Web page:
London Restaurant Festival

Every October, London hosts a citywide event that celebrates the enjoyment of dining out. The London Restaurant Festival is held over the entire month and sees hundreds of restaurants across the capital putting on special menus and giving big discounts to draw in the public.

You can eat out at some of the best restaurants in the city, and you’ll find great deals at some of the fanciest and most expensive venues, giving you the opportunity to delve into London’s culinary scene like never before.

London Cocktail Week

London has a big reputation when it comes to drinking, and the London Cocktail Week is a celebration of the more refined side of the city’s drinking culture. The October event will see bars across London putting on excellent deals and mixing some new and unusual cocktails, alongside the classics too.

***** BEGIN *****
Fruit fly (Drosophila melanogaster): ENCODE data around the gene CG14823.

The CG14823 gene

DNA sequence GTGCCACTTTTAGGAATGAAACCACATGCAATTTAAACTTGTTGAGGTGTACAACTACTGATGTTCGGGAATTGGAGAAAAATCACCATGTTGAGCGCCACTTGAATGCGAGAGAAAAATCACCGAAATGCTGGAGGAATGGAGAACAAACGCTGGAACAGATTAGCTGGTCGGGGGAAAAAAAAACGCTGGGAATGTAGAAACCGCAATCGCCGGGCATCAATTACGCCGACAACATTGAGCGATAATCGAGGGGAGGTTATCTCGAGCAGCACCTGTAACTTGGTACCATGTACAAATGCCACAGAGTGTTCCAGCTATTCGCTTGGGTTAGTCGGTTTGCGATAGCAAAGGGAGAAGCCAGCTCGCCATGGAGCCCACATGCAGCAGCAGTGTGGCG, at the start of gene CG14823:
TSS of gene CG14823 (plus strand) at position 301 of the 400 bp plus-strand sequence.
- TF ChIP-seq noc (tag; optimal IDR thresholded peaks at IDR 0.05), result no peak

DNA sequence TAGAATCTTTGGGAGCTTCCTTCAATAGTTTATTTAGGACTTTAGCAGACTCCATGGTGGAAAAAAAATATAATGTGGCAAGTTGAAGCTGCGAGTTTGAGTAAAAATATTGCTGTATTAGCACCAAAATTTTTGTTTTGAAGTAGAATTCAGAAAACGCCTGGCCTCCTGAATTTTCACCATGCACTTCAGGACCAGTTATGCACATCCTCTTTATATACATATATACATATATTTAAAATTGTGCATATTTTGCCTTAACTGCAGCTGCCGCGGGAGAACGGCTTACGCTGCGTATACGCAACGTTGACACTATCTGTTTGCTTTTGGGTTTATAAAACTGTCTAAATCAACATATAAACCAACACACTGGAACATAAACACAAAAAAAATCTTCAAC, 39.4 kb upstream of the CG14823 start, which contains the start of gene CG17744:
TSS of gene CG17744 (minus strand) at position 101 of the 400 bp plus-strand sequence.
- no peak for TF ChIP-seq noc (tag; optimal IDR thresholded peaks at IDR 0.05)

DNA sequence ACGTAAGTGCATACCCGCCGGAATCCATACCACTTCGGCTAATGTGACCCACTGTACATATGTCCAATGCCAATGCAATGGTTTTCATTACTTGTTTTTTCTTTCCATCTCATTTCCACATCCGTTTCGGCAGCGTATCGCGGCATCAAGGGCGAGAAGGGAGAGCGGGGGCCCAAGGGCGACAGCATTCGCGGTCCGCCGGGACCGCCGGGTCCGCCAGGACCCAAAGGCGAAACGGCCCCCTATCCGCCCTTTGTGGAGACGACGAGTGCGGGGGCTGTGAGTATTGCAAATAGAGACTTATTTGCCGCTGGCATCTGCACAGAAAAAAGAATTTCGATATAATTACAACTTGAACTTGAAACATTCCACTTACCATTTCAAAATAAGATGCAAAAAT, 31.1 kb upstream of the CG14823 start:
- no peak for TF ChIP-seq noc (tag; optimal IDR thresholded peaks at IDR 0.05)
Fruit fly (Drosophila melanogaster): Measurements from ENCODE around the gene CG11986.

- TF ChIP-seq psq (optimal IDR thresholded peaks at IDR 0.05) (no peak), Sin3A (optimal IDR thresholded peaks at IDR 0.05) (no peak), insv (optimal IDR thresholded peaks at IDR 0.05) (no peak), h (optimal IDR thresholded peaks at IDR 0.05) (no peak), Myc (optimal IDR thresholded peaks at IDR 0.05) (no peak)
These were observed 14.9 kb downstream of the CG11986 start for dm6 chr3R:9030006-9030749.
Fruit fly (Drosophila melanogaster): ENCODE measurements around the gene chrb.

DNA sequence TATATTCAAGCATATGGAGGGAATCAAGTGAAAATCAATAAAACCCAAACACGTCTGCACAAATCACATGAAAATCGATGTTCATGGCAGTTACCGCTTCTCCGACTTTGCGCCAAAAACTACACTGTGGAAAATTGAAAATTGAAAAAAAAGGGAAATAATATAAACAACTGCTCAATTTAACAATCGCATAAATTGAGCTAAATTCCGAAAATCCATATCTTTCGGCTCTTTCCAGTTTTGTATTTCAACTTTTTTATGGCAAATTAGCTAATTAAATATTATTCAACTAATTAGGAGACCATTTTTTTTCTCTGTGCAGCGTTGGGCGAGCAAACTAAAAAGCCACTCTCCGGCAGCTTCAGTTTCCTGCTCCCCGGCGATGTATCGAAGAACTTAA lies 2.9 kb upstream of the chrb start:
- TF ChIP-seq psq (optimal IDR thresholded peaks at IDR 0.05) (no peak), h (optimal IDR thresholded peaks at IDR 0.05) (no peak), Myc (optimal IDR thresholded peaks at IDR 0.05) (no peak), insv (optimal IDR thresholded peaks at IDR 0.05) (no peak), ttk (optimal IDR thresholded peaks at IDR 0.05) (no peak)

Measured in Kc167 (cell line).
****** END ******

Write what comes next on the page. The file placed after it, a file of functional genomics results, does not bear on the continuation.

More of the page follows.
While the festival is citywide, the hub of the action is found at the Cocktail Village, which is hosted by the Old Truman Brewery on Brick Lane. You’ll find pop-up cocktail stands and plenty of drinking through the week here.

london cocktail week october

London Frieze

London Frieze is an annual festival that’s held in Regent’s Park at the start of October. It’s an international event, and through the year there are other Frieze festivals held in the likes of New York and Los Angeles too, although the one in London could be considered the best.

This is one of the biggest displays of contemporary international artwork in the world, and temporary exhibition halls are set up in the park to accommodate hundreds of different artists’ work from across the world.

British Film Institute London Film Festival

For two weeks in October, the BFI – British Film Institute – host their annual film festival in the capital. Hundreds of films are screened during the event, at many different venues across the city, including iconic locations such as Leicester Square.